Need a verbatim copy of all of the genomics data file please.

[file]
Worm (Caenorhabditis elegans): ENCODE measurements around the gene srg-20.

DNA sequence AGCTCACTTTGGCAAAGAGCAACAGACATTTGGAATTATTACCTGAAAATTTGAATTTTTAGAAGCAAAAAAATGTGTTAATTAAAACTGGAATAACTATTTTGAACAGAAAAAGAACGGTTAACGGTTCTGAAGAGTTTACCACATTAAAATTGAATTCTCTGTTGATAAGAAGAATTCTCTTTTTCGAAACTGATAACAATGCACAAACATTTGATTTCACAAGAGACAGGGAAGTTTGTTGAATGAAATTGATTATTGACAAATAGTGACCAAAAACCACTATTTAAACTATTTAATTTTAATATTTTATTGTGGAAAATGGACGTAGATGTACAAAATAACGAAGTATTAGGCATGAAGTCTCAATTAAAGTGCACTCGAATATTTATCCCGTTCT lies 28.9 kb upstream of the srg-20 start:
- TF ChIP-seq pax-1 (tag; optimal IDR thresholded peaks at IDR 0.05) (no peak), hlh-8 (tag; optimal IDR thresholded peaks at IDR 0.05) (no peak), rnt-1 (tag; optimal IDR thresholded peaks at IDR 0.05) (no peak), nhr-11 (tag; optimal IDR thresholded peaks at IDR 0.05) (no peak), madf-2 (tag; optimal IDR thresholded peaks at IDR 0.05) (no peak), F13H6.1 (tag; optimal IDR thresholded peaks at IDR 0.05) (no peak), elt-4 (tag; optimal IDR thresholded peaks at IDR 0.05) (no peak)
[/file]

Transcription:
Worm (Caenorhabditis elegans): ENCODE measurements around the gene srg-20.

DNA sequence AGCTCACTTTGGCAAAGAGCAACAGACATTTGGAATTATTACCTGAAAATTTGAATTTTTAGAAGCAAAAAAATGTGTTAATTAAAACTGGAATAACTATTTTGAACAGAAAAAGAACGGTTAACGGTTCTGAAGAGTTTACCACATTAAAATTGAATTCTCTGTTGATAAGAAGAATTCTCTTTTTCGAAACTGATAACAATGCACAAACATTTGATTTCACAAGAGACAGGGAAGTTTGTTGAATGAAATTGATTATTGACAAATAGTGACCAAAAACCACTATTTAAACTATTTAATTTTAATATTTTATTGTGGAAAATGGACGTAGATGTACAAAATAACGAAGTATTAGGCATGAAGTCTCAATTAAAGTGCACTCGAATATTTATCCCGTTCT lies 28.9 kb upstream of the srg-20 start:
- TF ChIP-seq pax-1 (tag; optimal IDR thresholded peaks at IDR 0.05) (no peak), hlh-8 (tag; optimal IDR thresholded peaks at IDR 0.05) (no peak), rnt-1 (tag; optimal IDR thresholded peaks at IDR 0.05) (no peak), nhr-11 (tag; optimal IDR thresholded peaks at IDR 0.05) (no peak), madf-2 (tag; optimal IDR thresholded peaks at IDR 0.05) (no peak), F13H6.1 (tag; optimal IDR thresholded peaks at IDR 0.05) (no peak), elt-4 (tag; optimal IDR thresholded peaks at IDR 0.05) (no peak)